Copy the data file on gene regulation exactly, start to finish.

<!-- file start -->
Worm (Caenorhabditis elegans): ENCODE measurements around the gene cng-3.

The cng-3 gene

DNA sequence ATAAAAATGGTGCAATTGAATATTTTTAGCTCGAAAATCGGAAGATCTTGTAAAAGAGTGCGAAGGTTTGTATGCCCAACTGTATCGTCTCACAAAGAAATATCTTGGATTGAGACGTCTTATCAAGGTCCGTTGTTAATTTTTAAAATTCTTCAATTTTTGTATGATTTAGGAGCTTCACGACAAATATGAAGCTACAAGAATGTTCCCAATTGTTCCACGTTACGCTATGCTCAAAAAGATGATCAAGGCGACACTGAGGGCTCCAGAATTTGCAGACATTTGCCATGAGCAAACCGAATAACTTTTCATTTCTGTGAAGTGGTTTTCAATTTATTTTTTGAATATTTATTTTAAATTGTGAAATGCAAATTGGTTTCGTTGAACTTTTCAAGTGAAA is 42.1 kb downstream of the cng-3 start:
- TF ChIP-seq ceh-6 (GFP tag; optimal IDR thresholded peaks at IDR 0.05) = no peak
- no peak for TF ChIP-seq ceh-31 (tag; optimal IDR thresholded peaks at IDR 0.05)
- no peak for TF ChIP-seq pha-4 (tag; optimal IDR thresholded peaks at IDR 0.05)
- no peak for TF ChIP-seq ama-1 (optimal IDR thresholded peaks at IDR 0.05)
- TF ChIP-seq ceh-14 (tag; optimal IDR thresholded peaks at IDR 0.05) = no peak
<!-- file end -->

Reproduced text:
Worm (Caenorhabditis elegans): ENCODE measurements around the gene cng-3.

The cng-3 gene

DNA sequence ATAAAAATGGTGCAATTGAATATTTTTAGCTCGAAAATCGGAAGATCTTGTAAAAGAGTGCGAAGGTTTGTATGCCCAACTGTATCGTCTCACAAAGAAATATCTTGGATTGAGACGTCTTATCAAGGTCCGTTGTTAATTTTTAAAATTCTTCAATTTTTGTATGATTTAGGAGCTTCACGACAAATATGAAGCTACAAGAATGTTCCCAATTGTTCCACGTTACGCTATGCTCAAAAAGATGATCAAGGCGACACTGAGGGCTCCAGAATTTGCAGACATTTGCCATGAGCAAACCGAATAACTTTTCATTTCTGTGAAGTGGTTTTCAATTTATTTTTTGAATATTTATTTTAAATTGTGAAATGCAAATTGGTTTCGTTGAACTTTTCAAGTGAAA is 42.1 kb downstream of the cng-3 start:
- TF ChIP-seq ceh-6 (GFP tag; optimal IDR thresholded peaks at IDR 0.05) = no peak
- no peak for TF ChIP-seq ceh-31 (tag; optimal IDR thresholded peaks at IDR 0.05)
- no peak for TF ChIP-seq pha-4 (tag; optimal IDR thresholded peaks at IDR 0.05)
- no peak for TF ChIP-seq ama-1 (optimal IDR thresholded peaks at IDR 0.05)
- TF ChIP-seq ceh-14 (tag; optimal IDR thresholded peaks at IDR 0.05) = no peak